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Collect And Analyse Qualitative (Non-Numerical) Data.

Qualitative data

“The purpose of qualitative research methods is to look for meaning (i.e., to understand the why and how behind things). It is therefore about developing richness in data based on an in-depth understanding rather than representativeness, which is the preserve of quantitative research methods.”

 (Karania, p.1, 2017, Age UK)

 

Qualitative data:

  • Can provide an understanding of people’s experiences and their individual outcomes in relation to a service or intervention.
  • Allow you to explore organisation culture and practices (for example, how a local council deepens its improvement culture, engages in multi-agency working with the third sector or the NHS, or implements a prevention agenda in social care).
  • Provides understandings about the impact of the social and economic environment on needs for social care support.

 

You may want to collect this data through interviews, focus groups, observations, or case studies. This page also contains resources on analysing qualitative data.

Interviews

Probably the most common source of qualitative data is interviews.

 

Interviews Inspiring Impact

This web page provides an accessible guide to utilising interviews as an evidence gathering technique. It begins with some of the benefits and limitations of undertaking interviews before overviewing 3 steps in the interview process.

 

Conducting Interviews Wilder Research

This four-page ‘tip sheet’ is a guide to interviewing and offers information about conducting interviews. You will find an overview of types of interviews (informal, semi-structured and structured), a description of the interview process and how to avoid bias. It also has links to other useful information.

 

Using key informant interviews J. McKillip

This short American document contains some useful information and some questions to consider when selecting key informants to interview.

 

Most Significant Change (MSC)

This approach is one of several more ‘participatory’ techniques where instead of asking people to answer interview questions, you offer them the opportunity to tell ‘their story’ related to the given topic.

 

The Most Significant Change (MSC) technique: a guide to its use Better Evaluation

This manual provides detailed guidance on how to use the Most Significant Change approach. It is full of practical examples that supplement the information on the MSC technique.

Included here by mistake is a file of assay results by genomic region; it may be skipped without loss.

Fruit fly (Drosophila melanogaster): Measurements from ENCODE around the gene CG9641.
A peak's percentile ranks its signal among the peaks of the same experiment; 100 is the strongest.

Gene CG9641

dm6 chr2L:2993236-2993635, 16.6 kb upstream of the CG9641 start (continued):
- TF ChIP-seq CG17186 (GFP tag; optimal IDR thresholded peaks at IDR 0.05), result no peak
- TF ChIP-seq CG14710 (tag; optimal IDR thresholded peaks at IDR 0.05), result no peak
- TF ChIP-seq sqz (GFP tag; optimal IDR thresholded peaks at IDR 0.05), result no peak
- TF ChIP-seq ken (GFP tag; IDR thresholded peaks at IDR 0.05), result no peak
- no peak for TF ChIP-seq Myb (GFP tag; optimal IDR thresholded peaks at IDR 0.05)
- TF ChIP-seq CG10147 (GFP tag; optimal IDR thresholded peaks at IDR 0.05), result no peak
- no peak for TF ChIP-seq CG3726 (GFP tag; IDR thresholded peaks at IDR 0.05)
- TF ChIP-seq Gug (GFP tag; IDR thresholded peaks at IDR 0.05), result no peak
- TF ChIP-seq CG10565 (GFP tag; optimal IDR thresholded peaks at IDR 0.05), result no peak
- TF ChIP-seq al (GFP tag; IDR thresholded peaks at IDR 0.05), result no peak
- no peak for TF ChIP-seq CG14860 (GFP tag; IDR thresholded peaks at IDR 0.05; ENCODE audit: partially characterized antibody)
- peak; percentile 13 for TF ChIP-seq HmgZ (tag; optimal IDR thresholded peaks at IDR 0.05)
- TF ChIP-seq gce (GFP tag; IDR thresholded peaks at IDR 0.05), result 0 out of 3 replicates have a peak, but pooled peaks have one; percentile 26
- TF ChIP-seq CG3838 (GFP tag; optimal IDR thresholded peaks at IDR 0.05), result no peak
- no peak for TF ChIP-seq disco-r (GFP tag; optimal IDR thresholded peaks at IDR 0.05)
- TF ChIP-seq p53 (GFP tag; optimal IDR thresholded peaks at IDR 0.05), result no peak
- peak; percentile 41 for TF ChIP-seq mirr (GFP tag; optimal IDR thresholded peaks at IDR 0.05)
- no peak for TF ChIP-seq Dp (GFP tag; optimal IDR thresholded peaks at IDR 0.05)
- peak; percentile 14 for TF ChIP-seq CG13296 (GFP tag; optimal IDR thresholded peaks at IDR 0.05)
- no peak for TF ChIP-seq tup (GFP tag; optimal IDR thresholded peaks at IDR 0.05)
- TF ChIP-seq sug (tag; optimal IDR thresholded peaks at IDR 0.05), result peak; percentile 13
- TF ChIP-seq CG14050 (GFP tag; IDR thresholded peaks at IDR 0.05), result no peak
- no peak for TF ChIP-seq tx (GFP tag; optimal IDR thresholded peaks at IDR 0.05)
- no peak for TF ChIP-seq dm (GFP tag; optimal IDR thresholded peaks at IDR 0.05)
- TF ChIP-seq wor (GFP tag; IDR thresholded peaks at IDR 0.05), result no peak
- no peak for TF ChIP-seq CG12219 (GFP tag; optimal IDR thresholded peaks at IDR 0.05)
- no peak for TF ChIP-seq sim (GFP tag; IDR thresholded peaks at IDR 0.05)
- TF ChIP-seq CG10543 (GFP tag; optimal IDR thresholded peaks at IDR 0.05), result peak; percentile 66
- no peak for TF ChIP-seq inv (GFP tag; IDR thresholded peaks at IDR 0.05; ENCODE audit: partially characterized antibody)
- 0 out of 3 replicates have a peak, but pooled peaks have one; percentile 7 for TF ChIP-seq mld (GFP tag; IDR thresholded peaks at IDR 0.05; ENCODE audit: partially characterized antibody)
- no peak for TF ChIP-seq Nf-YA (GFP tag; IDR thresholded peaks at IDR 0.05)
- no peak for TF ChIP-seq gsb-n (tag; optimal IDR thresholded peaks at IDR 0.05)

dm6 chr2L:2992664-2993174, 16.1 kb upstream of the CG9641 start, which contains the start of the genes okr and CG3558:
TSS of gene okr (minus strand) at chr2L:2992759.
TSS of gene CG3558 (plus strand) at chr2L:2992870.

Focus groups

Focus groups. Social research update issue 19 University of Surrey

This brief guide explains what focus groups are and gives the reasons for choosing focus groups as a method. It also gives an overview of the benefits and limitations of focus groups and ethical issues for consideration.

 

Data collection Wilder Research

This guide provides accessible information about conducting interviews and focus groups. It contains practical tips to consider when planning focus groups.

 

Evaluation methods and tools Evaluation Scotland

Evaluation Support Scotland have developed a series of short guides to gathering information for evaluating services. These include methods that could be particularly useful when people using services have limited spoken communication.

There are individual guides on the following data collection methods:

 

·         Appreciative questions

·         Mapping the journey

·         Body maps

·         Meeting record

·         Capturing casual moments

·         Observation

·         Change record template

·         Questionnaire

·         Choosing pictures

·         Relationship map

·         Creative writing

·         Service use map

·       Emotional touchpoints

·         Sticky wall

·     Evaluation wheel

·  Stretch or positive statements

·         Focus groups

·         Tactile feedback

·         Interviews

·         Taking stock in a time of change

 

Introduction to research methods Age UK

This resource includes a guide to deciding how many respondents are needed in qualitative research and a guide about collecting socio-demographic information.

 

Observation

Observation can be a valuable method for gathering data in appropriate settings.

 

Evaluation briefs no 16 Centres for Disease Control and Prevention

This 2-page briefing provides a practical introduction to the use of observation as a method of collecting data. It poses questions to consider when deciding whether observations are the best method for your purpose.

Other resources

The resources by Evaluation Support Scotland and Age UK referenced in the focus groups section also contain guidance about conducting observations.

 

Case studies

Sometimes evidence can be collected in a case study.

Using case studies to do program evaluation California Department of Health Services

This document provides guidance about when case studies are an appropriate method. As well as providing practical guidance, it has a short section on reliability and validity issues when using case studies.

Analysing qualitative data

Qualitative research can produce large amounts of data. There are several techniques that will result in the key messages from the data being identified.

 

Analyse data Better Evaluation

This web resource provides information on content analysis, thematic coding, framework matrices, timelines, and time-ordered matrices.

 

Evaluation toolkit Life Changes Trust

There is a section in this toolkit on analysing qualitative data that covers content analysis, thematic analysis, and framework analysis.